More formally it goes like this: A light source is emitting light at an angle of $30^\circ$ such that the $x$-component of the light is $v=\frac c2$. For a stationary observer the bouncing light beam will look like a zig-zag pattern.

The path of the pattern will be $$\vec r=(\frac c2(t-t_0),\mathrm{zz}(\omega (t-t_0)))$$

Here $\mathrm{zz}$ is the zig-zag, bouncing pattern. $\omega$ is the frequency of the bounce, and depends on the distance between the two mirrors. $t_0$ is the time the light pulse was emmited. I'm including it here as it will become important soon.

A moving observer now flies by at $v=\frac c2$. It concludes that the light beam is bouncing up an down between the same two positions. However, before it concludes that the light is forming a standing wave, it also notices that the emitter now seems to be moving at a speed $v_e=-\frac c2$.

The position of the beam will now be given by $$ x'=\frac{x-\frac c2t}{\sqrt{\gamma}}=\frac{\frac c2(t-t_0)-\frac c2t}{\sqrt{\gamma}}=-\frac{\frac c2t_0}{\sqrt{\gamma}}$$

The $y$ coordinate does not transform, but time itself gets dilated as

$$ t=\frac{t'+\frac c2\frac{x'}{c^2}}{\sqrt{\gamma}}=\frac{t'+\frac c2\frac{-\frac{\frac c2t_0}{\sqrt{\gamma}}}{c^2}}{\sqrt{\gamma}}=\frac{t'-\frac 14\frac{t_0}{\sqrt{\gamma}}}{\sqrt{\gamma}}$$

So the position of the light beam is now

$$\vec r'=(-\frac{\frac c2t_0}{\sqrt{\gamma}},\mathrm{zz}(\omega (\frac{t'}{\sqrt{\gamma}}-\frac 14\frac{t_0}{\gamma}-t_0))).$$

We now conclude that the light beam appears to be bouncing up and down, as $x'$ in constant. The frequency of the bounce is a bit different because of time dilation though.

However, the effect of the moving emitter is that although the light is going up and down, no light beams will ever overlap.

So there is not paradox here, both observer see a zig-zag pattern. It's just that for the stationary observer the pattern is stationary and for the moving observer the patterns (compressed by length contraction) seems to be moving backwards.

NOTE: The same phenomena happens also in without mixing in relativity. To see this, put $\gamma=1$ and let $t=t'$.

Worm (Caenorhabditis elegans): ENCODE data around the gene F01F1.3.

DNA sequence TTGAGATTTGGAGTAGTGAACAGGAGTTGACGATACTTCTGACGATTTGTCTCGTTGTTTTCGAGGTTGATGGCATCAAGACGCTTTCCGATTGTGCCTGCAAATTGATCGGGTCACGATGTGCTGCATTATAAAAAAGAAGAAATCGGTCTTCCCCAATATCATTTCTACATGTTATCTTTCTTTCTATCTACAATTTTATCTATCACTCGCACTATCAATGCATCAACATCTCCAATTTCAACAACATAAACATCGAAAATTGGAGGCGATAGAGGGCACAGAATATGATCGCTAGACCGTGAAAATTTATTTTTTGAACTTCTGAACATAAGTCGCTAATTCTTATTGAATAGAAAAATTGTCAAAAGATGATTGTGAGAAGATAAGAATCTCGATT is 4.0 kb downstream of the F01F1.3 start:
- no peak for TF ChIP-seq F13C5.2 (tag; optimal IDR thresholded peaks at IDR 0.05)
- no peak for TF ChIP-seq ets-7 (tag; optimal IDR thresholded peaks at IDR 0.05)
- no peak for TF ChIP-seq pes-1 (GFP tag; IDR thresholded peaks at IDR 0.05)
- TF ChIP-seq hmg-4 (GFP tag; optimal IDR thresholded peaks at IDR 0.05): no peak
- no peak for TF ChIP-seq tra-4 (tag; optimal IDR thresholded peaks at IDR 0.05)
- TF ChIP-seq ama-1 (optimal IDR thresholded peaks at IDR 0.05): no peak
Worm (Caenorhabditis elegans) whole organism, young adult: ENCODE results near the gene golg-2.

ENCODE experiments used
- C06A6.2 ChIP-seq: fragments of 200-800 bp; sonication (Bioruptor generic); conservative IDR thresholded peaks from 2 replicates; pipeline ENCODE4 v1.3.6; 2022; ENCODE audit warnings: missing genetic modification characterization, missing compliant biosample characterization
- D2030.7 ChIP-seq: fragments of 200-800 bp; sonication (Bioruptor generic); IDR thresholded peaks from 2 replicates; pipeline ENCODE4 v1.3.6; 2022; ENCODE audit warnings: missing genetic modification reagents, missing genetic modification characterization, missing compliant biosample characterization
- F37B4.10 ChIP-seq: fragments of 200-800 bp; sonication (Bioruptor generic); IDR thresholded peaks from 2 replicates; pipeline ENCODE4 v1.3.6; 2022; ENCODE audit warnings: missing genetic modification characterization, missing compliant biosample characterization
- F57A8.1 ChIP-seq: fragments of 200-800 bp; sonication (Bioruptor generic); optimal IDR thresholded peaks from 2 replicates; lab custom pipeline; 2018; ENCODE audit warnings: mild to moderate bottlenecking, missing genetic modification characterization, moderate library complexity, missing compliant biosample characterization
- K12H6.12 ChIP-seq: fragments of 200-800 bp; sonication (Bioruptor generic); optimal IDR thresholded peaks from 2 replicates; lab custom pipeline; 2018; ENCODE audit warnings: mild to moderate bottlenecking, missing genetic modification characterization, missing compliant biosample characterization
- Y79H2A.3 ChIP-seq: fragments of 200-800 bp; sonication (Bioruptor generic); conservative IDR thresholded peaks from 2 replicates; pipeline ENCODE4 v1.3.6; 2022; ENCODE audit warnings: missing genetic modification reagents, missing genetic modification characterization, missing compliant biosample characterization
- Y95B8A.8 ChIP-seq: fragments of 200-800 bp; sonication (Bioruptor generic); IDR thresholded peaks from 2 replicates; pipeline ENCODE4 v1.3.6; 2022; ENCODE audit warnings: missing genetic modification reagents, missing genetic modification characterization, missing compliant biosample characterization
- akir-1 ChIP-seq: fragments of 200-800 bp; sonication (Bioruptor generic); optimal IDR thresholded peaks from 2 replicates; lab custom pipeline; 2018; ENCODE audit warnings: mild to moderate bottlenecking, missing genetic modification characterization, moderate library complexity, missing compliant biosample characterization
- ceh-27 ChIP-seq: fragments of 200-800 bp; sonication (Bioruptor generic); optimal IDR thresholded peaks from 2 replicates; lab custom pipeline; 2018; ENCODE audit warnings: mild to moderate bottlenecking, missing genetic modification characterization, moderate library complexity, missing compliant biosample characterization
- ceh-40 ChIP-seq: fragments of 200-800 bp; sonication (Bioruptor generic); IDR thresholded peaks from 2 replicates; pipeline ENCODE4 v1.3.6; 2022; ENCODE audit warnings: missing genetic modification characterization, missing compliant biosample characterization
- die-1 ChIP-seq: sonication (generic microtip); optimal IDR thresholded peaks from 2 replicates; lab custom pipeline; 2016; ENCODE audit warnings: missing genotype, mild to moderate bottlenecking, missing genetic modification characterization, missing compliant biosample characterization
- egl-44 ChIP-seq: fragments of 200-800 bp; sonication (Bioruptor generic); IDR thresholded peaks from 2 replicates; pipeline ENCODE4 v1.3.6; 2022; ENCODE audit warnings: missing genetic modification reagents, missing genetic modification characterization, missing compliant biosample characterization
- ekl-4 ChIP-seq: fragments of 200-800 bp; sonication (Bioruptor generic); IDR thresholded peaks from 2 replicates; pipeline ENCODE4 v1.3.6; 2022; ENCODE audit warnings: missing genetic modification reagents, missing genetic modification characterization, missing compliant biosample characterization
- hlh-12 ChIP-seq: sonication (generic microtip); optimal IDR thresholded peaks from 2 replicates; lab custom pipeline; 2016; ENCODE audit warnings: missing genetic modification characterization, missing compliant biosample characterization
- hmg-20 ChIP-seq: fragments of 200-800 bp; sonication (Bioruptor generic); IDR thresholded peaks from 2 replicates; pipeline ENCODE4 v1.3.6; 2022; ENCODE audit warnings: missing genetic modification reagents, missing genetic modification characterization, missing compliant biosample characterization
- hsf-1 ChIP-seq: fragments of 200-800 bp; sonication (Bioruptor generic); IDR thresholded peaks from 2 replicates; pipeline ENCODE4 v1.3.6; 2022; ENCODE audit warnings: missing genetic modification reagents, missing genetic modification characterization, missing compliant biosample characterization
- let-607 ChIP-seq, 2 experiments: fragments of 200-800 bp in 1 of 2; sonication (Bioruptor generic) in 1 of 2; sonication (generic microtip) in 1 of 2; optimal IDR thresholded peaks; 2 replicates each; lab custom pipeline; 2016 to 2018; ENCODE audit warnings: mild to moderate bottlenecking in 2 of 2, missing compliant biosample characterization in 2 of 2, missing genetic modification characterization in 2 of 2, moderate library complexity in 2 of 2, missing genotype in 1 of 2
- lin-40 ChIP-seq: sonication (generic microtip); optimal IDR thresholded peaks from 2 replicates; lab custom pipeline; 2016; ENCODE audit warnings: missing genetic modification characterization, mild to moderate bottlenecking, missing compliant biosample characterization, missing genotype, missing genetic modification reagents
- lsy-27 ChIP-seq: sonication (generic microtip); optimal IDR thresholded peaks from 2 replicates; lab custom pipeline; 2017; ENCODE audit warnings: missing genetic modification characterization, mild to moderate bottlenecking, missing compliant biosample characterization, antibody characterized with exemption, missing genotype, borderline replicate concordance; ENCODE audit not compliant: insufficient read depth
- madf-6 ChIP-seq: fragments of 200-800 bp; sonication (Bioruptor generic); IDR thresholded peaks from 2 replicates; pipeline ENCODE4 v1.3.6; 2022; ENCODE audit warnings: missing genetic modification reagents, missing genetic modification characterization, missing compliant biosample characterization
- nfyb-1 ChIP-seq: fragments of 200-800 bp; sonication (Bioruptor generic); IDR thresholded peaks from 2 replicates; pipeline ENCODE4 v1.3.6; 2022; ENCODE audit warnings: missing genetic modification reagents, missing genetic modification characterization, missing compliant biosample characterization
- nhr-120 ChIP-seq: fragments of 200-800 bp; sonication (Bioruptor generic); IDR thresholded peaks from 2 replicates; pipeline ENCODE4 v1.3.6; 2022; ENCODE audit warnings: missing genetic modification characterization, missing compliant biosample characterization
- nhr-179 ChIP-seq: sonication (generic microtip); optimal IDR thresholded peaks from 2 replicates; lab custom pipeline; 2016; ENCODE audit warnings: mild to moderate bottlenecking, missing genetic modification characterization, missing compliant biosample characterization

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  • $\begingroup$ and what is the relationship between the perpendicular dimension and the up and down directions? $\endgroup$ – Allyn Shell Dec 9 '15 at 14:10
  • $\begingroup$ @AllynShell There is no distinction between the perpendicular outgoing (up?) and the incoming (down?) directions. You mistakenly assume there will be a standing wave, but that is not the case. $\endgroup$ – Mikael Fremling Dec 9 '15 at 14:55
  • $\begingroup$ Please ignore the term "standing wave." If (for the moving observer) the light's motion is aligned with the dimension perpendicular to the velocity of that inertial frame of reference, then that motion is staying on this dimension's axis. But there is about a 60 degree angle between the up and down motion for the stationary observer. My question is about the (change? of) nature of the dimension perpendicular to the velocity vector of an inertial reference frame. Is that truely different for the two reference frames? $\endgroup$ – Allyn Shell Dec 9 '15 at 19:51
  • $\begingroup$ @AllynShell I think the standing wave part was cause of much confusion. I refined my answer and gave some mathematical details. $\endgroup$ – Mikael Fremling Dec 10 '15 at 10:01
  • $\begingroup$ Yes I see that (and you have explained it well), but my question only relates to the nature of a dimension. The light itself is irrelevant to my question. I apologize that it introduce confusion. I have changed the title of this question to move the emphasis of the paradox to the dimension itself. $\endgroup$ – Allyn Shell Dec 10 '15 at 15:02
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The two mirrors will appear to tilt to the moving observer. If he is moving at the rate of speed to make the light appear to bounce back and forth, the angle will be such that the incoming angle from the source will equal the tilt angle. I should edit to say the incoming ray will appear to tilt from the original angle.